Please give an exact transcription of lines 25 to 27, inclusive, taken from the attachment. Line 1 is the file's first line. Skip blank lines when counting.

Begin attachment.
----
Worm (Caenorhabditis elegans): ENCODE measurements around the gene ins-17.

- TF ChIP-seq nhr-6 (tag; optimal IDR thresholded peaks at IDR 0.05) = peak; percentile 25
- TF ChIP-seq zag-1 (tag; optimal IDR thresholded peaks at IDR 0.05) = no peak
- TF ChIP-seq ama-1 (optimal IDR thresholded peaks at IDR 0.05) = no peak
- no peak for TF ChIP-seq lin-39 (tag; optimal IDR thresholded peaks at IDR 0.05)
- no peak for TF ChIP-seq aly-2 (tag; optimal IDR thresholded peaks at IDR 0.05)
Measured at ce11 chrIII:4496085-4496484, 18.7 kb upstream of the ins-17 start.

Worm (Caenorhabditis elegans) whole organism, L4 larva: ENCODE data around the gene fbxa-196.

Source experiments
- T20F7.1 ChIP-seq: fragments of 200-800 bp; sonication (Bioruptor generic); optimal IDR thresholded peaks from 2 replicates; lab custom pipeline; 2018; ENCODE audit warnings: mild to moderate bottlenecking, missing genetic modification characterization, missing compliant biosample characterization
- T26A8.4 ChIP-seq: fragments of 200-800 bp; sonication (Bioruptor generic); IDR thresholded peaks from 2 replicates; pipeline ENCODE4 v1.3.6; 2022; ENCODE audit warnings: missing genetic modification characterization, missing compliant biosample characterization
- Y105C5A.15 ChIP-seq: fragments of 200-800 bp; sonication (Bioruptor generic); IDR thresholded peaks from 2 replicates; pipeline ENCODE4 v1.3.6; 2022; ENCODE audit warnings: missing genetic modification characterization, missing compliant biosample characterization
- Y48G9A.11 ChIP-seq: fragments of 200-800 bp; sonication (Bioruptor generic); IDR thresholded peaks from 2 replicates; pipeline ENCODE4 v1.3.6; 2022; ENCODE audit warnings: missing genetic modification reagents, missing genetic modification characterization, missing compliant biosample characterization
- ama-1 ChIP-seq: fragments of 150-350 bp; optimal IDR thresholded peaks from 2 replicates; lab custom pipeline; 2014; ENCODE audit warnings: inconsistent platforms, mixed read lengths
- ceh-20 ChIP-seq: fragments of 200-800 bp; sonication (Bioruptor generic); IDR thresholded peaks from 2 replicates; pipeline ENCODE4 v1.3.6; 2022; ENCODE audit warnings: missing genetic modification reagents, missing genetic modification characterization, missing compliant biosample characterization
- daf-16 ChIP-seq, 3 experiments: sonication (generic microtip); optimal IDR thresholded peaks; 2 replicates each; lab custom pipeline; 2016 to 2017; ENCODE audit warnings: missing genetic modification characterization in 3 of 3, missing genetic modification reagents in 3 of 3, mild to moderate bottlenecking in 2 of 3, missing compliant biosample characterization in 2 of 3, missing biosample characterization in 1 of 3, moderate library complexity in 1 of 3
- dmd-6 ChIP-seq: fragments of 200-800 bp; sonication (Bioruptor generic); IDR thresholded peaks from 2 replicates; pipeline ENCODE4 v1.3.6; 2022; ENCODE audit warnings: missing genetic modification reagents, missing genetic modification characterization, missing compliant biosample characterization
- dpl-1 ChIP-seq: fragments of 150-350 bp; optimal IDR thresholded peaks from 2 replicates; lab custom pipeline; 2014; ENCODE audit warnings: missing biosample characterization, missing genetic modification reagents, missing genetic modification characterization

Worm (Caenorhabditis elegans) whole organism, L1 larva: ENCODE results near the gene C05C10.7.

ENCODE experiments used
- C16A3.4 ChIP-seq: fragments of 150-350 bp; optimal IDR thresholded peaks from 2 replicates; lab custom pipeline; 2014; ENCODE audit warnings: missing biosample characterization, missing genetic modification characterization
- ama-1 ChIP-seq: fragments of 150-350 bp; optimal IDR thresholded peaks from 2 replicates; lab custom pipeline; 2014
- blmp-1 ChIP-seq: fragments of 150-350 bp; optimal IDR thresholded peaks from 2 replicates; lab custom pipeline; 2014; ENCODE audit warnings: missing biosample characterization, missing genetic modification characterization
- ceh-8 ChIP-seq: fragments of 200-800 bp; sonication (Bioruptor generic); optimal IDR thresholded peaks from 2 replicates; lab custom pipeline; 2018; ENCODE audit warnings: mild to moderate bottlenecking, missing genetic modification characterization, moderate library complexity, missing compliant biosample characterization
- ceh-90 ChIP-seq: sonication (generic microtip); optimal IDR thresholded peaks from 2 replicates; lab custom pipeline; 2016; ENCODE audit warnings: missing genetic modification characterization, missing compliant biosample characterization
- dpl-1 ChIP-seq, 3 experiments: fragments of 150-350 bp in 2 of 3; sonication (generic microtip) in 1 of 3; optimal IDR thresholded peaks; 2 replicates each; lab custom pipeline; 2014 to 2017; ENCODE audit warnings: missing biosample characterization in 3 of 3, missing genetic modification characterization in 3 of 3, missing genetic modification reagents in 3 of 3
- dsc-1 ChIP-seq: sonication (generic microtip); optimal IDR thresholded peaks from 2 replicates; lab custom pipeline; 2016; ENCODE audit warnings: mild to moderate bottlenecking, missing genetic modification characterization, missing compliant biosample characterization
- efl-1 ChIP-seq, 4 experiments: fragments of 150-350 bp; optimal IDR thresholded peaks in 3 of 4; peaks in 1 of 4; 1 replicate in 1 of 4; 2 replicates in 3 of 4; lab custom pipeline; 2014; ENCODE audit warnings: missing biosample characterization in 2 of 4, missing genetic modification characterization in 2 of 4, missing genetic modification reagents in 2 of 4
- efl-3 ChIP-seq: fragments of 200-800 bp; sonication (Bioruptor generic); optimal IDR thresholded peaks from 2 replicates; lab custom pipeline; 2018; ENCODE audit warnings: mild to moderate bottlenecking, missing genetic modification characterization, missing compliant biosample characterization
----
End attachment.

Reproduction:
- ceh-90 ChIP-seq: sonication (generic microtip); optimal IDR thresholded peaks from 2 replicates; lab custom pipeline; 2016; ENCODE audit warnings: missing genetic modification characterization, missing compliant biosample characterization
- dpl-1 ChIP-seq, 3 experiments: fragments of 150-350 bp in 2 of 3; sonication (generic microtip) in 1 of 3; optimal IDR thresholded peaks; 2 replicates each; lab custom pipeline; 2014 to 2017; ENCODE audit warnings: missing biosample characterization in 3 of 3, missing genetic modification characterization in 3 of 3, missing genetic modification reagents in 3 of 3
- dsc-1 ChIP-seq: sonication (generic microtip); optimal IDR thresholded peaks from 2 replicates; lab custom pipeline; 2016; ENCODE audit warnings: mild to moderate bottlenecking, missing genetic modification characterization, missing compliant biosample characterization